Peter is a good friend and a former business colleague. Having lived in Honolulu Hawaii for 2 decades, he has acquired a license to wear the floral print shirt in this photo.
This week, Peter posted this missive to his Facebook page:
Taking the atheist position that there is no God because there is no evidence is like being a fish in an aquarium. You state there is no such thing as an aquarium builder because you, as the fish, cannot find evidence of the builder. You, as the fish, insist that the aquarium just popped into existence on its own for no reason whatsoever. Yes, it’s ridiculous; being an atheist, that is.
My response to Peter:
The aquarium analogy is good, Peter. Point made…
I suspect that most atheists—or at least a significant fraction, like me—are more accurately agnostic. That is, we don’t deny that there is design, creativity or purpose to the universe (and to our existence), but we acknowledge that it is beyond our senses—and quite probably our comprehension—to fathom it from within our fish bowl. More importantly, atheists and agnostics vehemently reject scripture and institutional doctrine. These are human concoctions to explain the unexplainable—They are each self-anointing, pompous and righteous.
Atheists and agnostics don’t buy into a 6,000 year old universe, a 6 day creation, the idea that man is created in the image of God, and especially, that a conscious god wishes for us to worship him and save others. Finally, we attribute much of the horror on earth to religion: Throughout recorded history, the very worst acts of mankind have been prosecuted in the name of God. Individuals of faith are the least likely to be tolerant and inclusive.
Further, we see that religion has been the enemy of science, technology and democracy and personal liberty. In my opinion, of all the acts committed in ‘His’ name, only music, art and architecture have beauty. Clearly, whatever is the purpose of our design and creation, man has completely screwed up the interpretation and fulfillment of his religious obligation.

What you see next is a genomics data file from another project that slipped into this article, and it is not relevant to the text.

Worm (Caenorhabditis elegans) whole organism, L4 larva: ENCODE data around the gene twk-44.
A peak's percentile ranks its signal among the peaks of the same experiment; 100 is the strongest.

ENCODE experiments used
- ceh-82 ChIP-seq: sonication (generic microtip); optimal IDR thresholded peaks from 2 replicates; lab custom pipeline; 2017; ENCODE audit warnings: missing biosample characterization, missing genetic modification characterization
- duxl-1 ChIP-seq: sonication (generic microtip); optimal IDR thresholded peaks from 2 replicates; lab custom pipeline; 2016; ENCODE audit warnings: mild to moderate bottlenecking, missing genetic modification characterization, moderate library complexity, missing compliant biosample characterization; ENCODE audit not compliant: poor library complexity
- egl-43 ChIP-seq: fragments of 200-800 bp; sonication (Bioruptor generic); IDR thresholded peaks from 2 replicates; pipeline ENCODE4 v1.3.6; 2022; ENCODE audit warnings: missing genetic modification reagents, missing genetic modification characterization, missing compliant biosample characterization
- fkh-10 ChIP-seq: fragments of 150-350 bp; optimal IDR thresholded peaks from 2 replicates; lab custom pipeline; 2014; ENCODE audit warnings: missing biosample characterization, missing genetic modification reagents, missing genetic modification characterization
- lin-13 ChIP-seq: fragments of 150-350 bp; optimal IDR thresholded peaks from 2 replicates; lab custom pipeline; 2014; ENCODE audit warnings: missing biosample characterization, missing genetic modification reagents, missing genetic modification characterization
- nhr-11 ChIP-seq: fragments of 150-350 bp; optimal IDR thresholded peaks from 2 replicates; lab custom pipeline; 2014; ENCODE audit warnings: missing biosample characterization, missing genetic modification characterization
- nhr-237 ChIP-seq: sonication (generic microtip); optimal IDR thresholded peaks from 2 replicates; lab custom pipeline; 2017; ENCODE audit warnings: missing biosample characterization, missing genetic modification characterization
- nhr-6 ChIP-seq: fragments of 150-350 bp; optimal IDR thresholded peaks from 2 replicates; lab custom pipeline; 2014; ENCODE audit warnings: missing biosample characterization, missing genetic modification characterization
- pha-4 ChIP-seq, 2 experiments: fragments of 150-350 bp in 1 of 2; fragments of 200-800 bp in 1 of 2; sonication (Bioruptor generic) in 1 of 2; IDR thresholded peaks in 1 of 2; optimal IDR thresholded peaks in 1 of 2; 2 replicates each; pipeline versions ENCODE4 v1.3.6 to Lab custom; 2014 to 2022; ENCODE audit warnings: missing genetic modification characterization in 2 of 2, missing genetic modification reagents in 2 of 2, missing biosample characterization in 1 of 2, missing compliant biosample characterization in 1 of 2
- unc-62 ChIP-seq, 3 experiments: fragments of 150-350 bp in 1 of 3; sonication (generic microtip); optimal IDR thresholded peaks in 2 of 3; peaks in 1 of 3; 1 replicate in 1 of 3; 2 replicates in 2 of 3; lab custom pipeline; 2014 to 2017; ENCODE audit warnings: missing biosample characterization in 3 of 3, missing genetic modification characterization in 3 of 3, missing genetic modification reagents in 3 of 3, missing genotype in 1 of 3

That said, I practice the religion of my parents, and I employ it to mark life’s events. It connects me to a people and a community. I even strive to study its codes of conduct. There is no contradiction in doing so. I recognize that the wisdom of eons can be a greater force for good than my limited experience. But I do so through the lens of scientific reasoning, an agnostic psyche, and a willingness to edit sections that undermine domestic tranquility.
- Is Islam a religion of tolerance?
- Did US voters elect a Wingnut to Congress?
- Mormons “Baptize” the Dead. Why the outrage?
- Christmas Trees & Menorahs: No place on Public Property
Now and then, someone will ask me “What religion are you?” Unless I am standing in the immigration queue at Dharan International, I invariably answer “I am an atheist.” There is almost nothing more irritating than the resposnse i invariably get: “No you’re not! You’re agnostic, aren’t you?”
Sorry, but I’m an atheist. I believe in verifiable truth. The scientific method. Pictures, or it didn’t happen. Show me some evidence of a god, any god, and not only will I give you my piano, (and one of my legs, and my wife), I’ll be a believer. Until then, I believe in the truth. It might not be your truth, but unless you try to indoctrinate me (or put me in a fishtank) I’ll probably leave you be. Speaking of which….
The fishtank argument is specious- it solves the problem of ‘where did the fishtank come from’, but we’re left with the great uncle of the same question: “where did the fishtank maker come from?” The answer to that spiral inquisition may never be known, no matter what we call ourselves. In the meantime, please don’t call me agnostic. I’m an atheist, and proud of it, man!
Did you read my Heartwings Love Notes for this week? It is called The God Connection. There is a version of it on WordPress under that title. I would be interested in your comment.. Wishing you a gladsome spring and bunnies abounding!
I have now, Pujakins. Thank you for pointing to it…
I admire your writing and personal spirit—especially your admirable disambiguation between God and man’s vain attempt to mold him into a conscious being of validation and wish fulfillment.
Thanks Ellery for posting this. Would be great to have a layman’s debate on the topic. First, you cannot be an agnostic and then take a position, as by definition you “don’t know”. If you don’t know, then you essentially are out of the debate 🙂